Effective July 1, 2016, all established insured institutions receive a risk rate scorecard to determine their FDIC assessment base rate. Only new small institutions, as discussed below, receive a Risk Category assignment.
Current FDIC Assessment Rates effective July 1, 2016 - Present
Rates first applicable on the invoice dated December 30, 2016
|Established Small Insitituions
|Large & Highly
Complex Institutions **
|1 or 2||3||4 or 5|
|Initial Base Assessment Rate||3 to 16||6 to 30||16 to 30||3 to 30|
|Unsecured Debt Adjustment ***||-5 to 0||-5 to 0||-5 to 0||-5 to 0|
|Brokered Deposit Adjustment||N/A||N/A||N/A||0 to 10|
|Total Base Assessment Rate||1.5 to 16||3 to 30||11 to 30||1.5 to 40|
* Total base rates that are not the minimum or maximum rate will vary between these rates. Total base assessment rates do not include the Depository Institution Debt Adjustment (“DIDA”).
** See 12 CFR 327.8(f) and (g) for the definition of large and highly complex institutions.
*** The unsecured debt adjustment cannot exceed the lesser of 5 basis points or 50 percent of an insured depository institution’s initial base assessment rate; thus, for example, an insured depository institution with an initial base assessment rate of 3 basis points will have a maximum unsecured debt adjustment of 1.5 basis points and cannot have a total base assessment rate lower than 1.5 basis points. The unsecured debt adjustment does not apply to new institutions or insured branches.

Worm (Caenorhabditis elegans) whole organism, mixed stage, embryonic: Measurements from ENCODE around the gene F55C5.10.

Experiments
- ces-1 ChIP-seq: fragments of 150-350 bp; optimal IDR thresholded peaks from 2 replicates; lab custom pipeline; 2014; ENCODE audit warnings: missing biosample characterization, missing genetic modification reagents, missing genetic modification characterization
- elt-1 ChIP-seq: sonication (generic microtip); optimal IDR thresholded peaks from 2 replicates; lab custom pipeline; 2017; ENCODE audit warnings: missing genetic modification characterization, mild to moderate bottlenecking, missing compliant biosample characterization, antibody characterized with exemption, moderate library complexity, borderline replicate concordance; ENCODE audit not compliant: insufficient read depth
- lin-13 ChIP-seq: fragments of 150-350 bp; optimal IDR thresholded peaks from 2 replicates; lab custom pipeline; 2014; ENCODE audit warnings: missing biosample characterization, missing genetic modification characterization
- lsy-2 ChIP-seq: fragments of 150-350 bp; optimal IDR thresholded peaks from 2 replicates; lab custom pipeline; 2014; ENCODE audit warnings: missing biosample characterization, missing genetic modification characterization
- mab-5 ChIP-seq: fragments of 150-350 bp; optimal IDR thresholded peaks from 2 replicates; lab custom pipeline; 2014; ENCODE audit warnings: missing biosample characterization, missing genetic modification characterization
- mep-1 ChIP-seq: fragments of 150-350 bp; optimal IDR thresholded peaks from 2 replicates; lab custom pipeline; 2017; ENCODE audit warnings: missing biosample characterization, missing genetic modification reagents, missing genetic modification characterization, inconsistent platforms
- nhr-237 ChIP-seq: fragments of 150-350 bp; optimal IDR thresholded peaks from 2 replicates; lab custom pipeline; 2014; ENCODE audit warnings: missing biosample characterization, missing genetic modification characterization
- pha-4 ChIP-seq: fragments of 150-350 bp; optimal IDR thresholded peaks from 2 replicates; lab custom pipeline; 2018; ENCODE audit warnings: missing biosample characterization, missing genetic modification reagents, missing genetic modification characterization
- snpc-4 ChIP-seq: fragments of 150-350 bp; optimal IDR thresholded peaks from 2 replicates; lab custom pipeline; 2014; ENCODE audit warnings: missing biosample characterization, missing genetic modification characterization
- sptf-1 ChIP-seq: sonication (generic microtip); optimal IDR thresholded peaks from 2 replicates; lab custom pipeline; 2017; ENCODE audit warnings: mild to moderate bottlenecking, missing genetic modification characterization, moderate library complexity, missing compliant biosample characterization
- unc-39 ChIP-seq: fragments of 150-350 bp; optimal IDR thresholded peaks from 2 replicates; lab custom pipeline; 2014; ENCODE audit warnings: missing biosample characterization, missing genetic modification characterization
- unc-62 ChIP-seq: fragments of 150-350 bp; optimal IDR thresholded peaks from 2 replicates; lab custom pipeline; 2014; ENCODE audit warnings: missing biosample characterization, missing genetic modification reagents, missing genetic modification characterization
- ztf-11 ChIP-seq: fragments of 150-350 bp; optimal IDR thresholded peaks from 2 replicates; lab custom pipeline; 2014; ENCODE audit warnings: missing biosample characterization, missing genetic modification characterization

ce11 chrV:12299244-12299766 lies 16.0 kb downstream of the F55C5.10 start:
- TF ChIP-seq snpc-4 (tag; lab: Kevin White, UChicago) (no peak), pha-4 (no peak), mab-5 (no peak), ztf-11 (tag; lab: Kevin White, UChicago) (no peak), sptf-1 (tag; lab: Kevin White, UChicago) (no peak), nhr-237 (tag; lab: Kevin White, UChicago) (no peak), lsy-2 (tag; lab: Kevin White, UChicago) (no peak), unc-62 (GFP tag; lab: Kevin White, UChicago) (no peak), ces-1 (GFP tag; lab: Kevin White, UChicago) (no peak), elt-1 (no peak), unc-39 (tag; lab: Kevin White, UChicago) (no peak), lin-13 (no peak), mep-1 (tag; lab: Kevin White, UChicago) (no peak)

On April 26, 2016, the FDIC adopted a rule amending small institution pricing for deposit insurance. Changes to the pricing system for established small institutions were effective July 1, 2016 and first appeared on the December 30, 2016 invoice. The new pricing system does not require institutions to report any additional data, Changes to the pricing system include:
- An elimination of all risk categories (that is, Risk Categories I, II, III, and IV) and applied the Financial Ratios Method to determine assessment rates for all small established institutions. However, CAMELS composite ratings are used to set minimum and maximum assessment rates for an institution. CAMELS composite ratings set a maximum on the assessment rates that CAMELS composite 1- and 2-rated institutions are charged and minimums on the assessment rates that CAMELS composite 3-, 4- and 5-rated institutions are charged. Under the financial ratios method, each financial ratio and a weighted average of CAMELS component ratings is multiplied by a pricing multiplier. The weights applied to CAMELS components are as follows: 25 percent for Capital and Management; 20 percent for Asset quality; and 10 percent each for Earnings, Liquidity, and Sensitivity to market risk. The CAMELS component weights and pricing multipliers are the same for all institutions subject to the financial ratios method.